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What are financial instruments?
- A financial instrument is any contract that gives rise to both a financial instrument asset of one entity and a financial liability or equity instrument of another
- Holder classifies financial instrument as asset
- Issuer classifies as liability/equity
Issuer: Debt vs Equity instruments
- Issuer of instruments determines if recognised as a liability or equity eg. preference shares.
- In some cases, some may be part debt and part equity. Eg. convertible notes
- All other things equal, managers prefer to disclose financial instruments as equity rather than debt.
- Reduce leverage ratio
- Dividends rather than interest expense
- APRA capital adequacy requirement
- Critical questions:
- Is there a contractual obligation?
- Where does the residual risk lie?
Primary vs Derivative financial instruments
- Primary: value is determined directly by markets eg. share
- Derivative: derives its value from the value of some other financial asset or variable eg. share option derives its value from the value of a share
- Key aspects of derivatives:
- Contracts between buyers and sellers.
- Derivative value rises and falls in accordance with the value of the underlying asset.
- Payoff is often determined or made at the expiration date.
- Sometimes no money is exchanged at the beginning of the contract.
Simple vs Compound financial instruments
- Simple: consists of a single financial asset, financial liability or equity instrument eg. loan receivable, loan payable, ordinary share
- Compound: consists of a combination of
- characteristics of financial assets, financial liabilities and equity instruments.
- From an issuer viewpoint, a compound instrument is a financial instrument that contains both a liability and an equity element. E.g., Convertible notes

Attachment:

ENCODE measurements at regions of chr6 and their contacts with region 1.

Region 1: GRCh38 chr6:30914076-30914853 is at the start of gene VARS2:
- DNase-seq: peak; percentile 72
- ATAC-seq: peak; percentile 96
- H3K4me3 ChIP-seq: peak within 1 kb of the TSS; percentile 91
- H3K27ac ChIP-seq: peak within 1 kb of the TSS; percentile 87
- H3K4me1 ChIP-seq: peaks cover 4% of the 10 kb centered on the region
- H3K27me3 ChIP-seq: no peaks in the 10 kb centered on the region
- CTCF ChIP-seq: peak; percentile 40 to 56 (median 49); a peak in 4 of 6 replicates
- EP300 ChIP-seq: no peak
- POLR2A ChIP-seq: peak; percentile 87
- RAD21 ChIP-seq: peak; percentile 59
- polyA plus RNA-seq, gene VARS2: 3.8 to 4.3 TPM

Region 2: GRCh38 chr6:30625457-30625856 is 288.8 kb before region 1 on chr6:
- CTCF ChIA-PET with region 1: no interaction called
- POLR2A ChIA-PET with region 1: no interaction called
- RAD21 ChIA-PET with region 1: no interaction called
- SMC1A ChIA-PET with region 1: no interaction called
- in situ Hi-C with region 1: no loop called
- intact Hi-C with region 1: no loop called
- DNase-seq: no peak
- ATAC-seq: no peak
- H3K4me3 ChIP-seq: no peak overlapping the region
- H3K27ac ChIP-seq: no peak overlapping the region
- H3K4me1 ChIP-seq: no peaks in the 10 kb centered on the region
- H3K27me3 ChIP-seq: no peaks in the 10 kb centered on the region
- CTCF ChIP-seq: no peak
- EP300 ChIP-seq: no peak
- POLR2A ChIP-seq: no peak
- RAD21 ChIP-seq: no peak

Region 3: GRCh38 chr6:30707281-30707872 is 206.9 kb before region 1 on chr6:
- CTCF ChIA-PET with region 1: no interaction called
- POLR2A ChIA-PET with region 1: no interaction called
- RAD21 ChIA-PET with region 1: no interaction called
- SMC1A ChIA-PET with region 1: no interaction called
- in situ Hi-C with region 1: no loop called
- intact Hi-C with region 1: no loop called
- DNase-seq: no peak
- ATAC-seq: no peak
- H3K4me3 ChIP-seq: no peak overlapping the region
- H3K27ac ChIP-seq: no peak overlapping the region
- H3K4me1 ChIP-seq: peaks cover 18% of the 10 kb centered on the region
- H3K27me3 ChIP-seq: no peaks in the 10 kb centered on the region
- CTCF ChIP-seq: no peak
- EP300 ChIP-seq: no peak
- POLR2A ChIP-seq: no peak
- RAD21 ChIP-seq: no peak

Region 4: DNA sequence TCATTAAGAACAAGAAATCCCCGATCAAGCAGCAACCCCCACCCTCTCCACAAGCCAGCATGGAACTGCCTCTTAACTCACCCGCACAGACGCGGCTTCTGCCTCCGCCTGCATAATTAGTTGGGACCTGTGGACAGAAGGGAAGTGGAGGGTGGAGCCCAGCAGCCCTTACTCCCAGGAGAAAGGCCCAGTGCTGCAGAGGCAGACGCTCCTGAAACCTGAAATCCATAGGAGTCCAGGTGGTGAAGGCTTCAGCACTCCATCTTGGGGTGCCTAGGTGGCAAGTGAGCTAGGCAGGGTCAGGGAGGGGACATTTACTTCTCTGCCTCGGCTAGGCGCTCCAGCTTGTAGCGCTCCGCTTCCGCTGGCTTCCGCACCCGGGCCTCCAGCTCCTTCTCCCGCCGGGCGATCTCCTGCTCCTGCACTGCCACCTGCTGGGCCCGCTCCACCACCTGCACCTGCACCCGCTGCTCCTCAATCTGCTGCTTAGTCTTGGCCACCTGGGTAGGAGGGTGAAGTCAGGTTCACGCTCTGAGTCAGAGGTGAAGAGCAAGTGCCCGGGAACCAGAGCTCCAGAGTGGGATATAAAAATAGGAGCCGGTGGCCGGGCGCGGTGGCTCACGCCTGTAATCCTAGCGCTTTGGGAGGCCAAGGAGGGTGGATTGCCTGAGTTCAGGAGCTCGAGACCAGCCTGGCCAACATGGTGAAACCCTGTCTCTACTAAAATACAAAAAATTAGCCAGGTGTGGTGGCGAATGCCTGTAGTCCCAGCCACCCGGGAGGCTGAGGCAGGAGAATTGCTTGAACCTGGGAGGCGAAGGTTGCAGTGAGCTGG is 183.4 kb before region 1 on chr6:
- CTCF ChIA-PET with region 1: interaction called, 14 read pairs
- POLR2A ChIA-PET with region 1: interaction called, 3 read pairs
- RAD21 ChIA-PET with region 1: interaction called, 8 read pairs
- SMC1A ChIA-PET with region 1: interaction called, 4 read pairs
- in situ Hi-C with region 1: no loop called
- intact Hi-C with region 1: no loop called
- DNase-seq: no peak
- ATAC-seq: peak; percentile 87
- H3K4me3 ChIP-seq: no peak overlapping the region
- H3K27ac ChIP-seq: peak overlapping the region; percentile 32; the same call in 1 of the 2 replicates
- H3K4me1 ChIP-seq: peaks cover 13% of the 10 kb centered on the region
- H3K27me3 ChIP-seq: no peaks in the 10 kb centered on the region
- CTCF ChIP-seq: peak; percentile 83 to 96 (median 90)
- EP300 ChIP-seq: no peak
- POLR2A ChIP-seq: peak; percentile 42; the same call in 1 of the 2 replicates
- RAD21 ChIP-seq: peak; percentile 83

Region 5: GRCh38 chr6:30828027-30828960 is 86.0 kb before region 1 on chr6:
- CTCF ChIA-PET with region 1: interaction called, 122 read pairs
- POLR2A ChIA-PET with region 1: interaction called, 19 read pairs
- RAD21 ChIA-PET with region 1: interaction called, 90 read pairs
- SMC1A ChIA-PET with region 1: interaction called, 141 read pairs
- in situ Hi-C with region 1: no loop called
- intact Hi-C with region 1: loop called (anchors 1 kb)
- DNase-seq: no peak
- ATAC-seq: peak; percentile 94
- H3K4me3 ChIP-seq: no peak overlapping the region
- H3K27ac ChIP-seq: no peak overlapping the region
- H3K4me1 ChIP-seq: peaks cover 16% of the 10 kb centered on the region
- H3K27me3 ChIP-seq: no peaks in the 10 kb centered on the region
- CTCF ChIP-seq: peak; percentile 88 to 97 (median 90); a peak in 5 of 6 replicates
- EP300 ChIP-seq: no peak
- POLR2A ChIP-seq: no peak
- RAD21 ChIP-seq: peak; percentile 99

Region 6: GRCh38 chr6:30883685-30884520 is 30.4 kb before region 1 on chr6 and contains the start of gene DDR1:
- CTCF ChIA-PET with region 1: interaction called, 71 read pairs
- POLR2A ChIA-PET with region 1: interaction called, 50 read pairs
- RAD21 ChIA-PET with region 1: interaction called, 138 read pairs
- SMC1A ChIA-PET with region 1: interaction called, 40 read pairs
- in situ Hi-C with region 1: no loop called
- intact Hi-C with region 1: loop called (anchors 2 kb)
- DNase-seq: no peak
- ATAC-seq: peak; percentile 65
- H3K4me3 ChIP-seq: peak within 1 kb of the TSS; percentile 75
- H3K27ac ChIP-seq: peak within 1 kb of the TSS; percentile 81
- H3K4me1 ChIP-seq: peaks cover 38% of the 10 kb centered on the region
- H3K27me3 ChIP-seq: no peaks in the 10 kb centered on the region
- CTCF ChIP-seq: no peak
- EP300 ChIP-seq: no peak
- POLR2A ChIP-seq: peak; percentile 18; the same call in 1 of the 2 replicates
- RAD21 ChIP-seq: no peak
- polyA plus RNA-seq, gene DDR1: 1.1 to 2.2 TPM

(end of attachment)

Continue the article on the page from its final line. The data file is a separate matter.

- -Debt and equity components to be accounted for and disclosed separately
- -Fair value of whole instrument - Fair value of the liability component estimated using PV measurement = Equity component (residual)
- Debt giving the holder the right to convert securities into the issuer's ordinary shares.
- From the issuer's perspective, convertible notes have two components:
- -Liability: an agreement to deliver cash
- Equity: an option granting the holder the right for a specified period to convert the security into ordinary shares in the issuer.
- Standard AASB 132" classification for convertible notes is not revised as a result of a change in likelihood that the option will be exercised'
- This does not fit in with CF.
Initial account record
- Dr Bank
- Cr Convertible notes liability (PV of annual interest payments + PV of principal payment)
- Cr Convertible note option (the residual of the first two)
Subsequent record for convertible notes
(To record interest expense and coupon payment)
- Dr interest expense (using market interest rate)
- Cr Bank (principal payment)
- Cr Convertible notes liability
- Continues each year until maturity or until holders exercise the right to convert the liability to shares
Account entries when convertible notes are converted at maturity dates
- Dr Interest Expense
- Cr Bank
- Cr Convertible notes liability
- (Year payment entries)
- Dr Convertible notes liability (Full initial amount)
- Dr Convertible notes option (equity)
- Cr Share capital
- (To record conversion at maturity)
Convertible notes record accounts: no conversion
- Dr Interest expense
- Cr bank
- Cr convertible notes liability